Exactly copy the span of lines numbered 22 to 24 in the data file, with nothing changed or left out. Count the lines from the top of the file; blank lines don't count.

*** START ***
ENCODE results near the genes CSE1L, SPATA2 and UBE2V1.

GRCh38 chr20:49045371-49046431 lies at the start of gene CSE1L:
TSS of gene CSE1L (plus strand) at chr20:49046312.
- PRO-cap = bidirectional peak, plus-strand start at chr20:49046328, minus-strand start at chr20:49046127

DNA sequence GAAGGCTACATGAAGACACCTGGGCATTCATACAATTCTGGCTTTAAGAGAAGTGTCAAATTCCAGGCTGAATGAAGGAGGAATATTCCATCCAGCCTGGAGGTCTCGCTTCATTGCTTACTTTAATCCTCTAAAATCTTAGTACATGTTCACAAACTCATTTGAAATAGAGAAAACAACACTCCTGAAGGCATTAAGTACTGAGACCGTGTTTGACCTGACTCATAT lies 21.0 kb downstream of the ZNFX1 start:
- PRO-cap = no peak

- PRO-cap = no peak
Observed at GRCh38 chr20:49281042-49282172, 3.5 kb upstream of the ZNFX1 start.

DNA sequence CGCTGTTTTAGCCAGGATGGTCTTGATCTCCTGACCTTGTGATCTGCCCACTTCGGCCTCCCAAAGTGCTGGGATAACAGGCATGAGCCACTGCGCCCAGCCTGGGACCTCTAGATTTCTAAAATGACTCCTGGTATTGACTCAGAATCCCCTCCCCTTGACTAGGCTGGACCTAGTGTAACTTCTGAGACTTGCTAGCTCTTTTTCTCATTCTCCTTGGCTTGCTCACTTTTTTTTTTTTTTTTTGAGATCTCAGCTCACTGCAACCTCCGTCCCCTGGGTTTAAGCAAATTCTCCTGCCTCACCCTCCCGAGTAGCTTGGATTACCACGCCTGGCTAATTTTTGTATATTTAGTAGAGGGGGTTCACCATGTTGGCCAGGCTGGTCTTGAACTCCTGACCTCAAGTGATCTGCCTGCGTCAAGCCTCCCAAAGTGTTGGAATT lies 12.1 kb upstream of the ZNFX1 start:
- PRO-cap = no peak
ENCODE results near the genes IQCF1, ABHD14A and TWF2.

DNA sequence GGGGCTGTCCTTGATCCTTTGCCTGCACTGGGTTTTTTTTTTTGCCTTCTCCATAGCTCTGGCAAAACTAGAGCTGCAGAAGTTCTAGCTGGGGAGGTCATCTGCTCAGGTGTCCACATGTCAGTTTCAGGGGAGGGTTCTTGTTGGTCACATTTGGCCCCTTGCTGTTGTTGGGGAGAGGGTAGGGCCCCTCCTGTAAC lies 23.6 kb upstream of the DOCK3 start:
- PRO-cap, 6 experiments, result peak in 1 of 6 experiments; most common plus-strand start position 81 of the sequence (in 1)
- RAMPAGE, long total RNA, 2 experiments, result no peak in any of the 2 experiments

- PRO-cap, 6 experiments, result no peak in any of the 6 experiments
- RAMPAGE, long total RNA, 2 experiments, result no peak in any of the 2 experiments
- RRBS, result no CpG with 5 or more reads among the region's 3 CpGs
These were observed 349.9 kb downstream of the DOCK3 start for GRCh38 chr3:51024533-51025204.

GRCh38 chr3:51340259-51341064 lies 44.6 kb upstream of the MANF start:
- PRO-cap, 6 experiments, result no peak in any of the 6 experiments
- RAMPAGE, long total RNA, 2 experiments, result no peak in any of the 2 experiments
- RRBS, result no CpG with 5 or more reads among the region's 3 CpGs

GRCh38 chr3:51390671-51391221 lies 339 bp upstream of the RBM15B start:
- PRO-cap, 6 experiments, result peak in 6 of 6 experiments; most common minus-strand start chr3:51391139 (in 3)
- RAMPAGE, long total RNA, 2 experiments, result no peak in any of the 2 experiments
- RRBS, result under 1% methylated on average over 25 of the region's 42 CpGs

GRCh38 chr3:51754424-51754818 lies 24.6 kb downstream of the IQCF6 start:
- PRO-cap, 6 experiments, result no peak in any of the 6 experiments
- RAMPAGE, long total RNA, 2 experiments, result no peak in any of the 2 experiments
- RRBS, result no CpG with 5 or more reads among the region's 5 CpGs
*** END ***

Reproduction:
- RRBS, result no CpG with 5 or more reads among the region's 3 CpGs

GRCh38 chr3:51390671-51391221 lies 339 bp upstream of the RBM15B start:
- PRO-cap, 6 experiments, result peak in 6 of 6 experiments; most common minus-strand start chr3:51391139 (in 3)